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In theory nothing prevents using TCP socket with SOCK_DGRAM. What you'll get is reliable datagram transport. Is this possible using Berkeley sockets?

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Let me ask in a different way: Is there a way to control how your TCP data are aligned within TCP packets? –  sustrik Apr 9 '10 at 13:46
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You could probably do this with a kernel implementation, but why? –  WhirlWind Apr 9 '10 at 14:24
    
Yes, you can control how your data is aligned because you specify the data! Why don't you just build a struct with whatever alignment you want, e.g. struct {int32_t a, b; uint64_t c }, and use that? –  Benubird Jan 6 '11 at 14:51

6 Answers 6

SOCK_DGRAM as the type gets you a UDP socket. You can encapsulate UDP in TCP of course, but you'd have to handle the UDP part in userspace. Whether something is reliable depends on the protocol on the wire. If you use TCP, it is reliable; UDP is not.

To create a UDP socket:

int s;
s = socket(AF_INET, SOCK_DGRAM, 0);

To create a TCP socket:

int s;
s = socket(AF_INET, SOCK_STREAM, 0);

There are two common ways to send discrete chunks of data across the wire. You can either use UDP and send a discrete chunk as a datagram, or you can but structs into TCP data, and let them go as a stream. Using TCP is generally simpler and less failure-prone. If you use UDP, just time out and keep requesting the same data until you get it.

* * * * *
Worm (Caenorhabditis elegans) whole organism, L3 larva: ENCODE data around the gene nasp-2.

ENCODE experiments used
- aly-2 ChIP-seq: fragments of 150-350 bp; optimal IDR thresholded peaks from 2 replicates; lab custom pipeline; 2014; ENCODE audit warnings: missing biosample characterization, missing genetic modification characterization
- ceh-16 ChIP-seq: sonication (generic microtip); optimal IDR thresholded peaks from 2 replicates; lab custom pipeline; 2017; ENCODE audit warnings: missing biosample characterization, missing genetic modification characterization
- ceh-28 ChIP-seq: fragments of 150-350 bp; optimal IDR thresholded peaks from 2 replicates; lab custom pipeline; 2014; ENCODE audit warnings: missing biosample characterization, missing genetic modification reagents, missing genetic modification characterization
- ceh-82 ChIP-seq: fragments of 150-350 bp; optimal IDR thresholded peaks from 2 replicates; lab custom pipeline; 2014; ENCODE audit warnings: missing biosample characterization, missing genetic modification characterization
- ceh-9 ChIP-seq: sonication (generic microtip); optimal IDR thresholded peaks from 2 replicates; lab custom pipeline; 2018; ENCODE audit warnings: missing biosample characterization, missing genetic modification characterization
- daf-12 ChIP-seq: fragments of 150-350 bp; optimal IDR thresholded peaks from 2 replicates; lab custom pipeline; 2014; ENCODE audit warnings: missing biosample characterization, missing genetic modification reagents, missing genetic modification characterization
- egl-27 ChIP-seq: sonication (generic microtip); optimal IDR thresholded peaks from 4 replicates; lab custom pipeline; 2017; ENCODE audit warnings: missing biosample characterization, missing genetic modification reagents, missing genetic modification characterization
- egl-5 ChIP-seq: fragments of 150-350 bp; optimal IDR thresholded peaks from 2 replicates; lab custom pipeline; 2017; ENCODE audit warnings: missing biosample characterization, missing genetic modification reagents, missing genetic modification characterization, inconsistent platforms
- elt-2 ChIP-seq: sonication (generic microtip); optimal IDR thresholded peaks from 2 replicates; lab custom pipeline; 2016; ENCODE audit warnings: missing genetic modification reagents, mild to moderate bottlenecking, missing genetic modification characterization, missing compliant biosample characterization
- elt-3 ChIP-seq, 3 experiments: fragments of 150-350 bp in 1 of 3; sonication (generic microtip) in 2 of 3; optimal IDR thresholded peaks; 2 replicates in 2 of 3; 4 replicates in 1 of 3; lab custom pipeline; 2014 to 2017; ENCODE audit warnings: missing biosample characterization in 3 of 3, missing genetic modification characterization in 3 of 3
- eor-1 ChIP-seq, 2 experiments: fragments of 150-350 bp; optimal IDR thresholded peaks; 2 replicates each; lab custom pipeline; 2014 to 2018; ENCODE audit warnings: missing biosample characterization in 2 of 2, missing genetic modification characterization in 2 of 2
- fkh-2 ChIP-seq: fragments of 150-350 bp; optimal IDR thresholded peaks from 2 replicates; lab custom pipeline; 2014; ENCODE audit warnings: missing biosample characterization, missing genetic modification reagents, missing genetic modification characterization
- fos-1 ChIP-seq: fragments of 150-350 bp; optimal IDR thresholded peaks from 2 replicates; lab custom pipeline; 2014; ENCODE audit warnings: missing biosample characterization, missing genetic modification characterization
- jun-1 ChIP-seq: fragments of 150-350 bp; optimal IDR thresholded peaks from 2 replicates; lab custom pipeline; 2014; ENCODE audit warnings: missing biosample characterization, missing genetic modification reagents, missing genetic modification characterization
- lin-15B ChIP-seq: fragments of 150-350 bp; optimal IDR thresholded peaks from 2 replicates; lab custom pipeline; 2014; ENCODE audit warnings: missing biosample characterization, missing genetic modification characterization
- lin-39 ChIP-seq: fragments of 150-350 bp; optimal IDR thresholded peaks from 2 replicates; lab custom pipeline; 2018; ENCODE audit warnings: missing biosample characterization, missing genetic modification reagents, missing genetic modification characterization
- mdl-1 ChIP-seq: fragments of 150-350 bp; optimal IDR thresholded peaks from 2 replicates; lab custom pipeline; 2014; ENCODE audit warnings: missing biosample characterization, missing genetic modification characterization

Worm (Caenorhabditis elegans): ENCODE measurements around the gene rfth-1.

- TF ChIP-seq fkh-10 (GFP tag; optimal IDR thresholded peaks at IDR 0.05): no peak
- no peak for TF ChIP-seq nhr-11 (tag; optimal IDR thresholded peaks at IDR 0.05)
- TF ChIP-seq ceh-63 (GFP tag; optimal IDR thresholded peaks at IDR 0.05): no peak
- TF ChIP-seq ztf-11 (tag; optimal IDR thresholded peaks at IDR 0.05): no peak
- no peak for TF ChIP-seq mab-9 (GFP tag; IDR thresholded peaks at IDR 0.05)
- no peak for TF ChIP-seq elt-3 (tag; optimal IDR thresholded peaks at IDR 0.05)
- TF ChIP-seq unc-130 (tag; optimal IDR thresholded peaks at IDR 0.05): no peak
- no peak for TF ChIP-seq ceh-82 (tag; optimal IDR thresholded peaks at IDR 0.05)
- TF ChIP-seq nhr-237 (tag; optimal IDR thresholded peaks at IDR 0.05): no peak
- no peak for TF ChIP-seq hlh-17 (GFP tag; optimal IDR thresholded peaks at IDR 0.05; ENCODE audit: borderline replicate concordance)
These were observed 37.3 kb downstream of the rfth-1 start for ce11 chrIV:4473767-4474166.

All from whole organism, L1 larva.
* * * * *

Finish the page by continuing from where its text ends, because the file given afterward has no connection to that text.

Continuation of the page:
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"You can encapsulate UDP in TCP of course, but you'd have to handle the UDP part in userspace." That won't make the encapsulated UDP aligned with TCP packets. –  sustrik Apr 9 '10 at 13:42

What you want to take a look at is the SCTP Protocol. It provides the ability to send Datagrams over a reliable TCP style connection:

In contrast to TCP, SCTP may be characterized as record-oriented, meaning it transports data in terms of messages, in a similar fashion to the User Datagram Protocol (UDP), so that a group of bytes (message) sent in one transmission operation (record) is read exactly as that group at the receiver application. TCP is stream-oriented, transporting streams of bytes, which it correctly reorders in case of out-of-order delivery. It does not, however, honor message boundaries, i.e., the structure of data in terms of their original transmission units at the sender.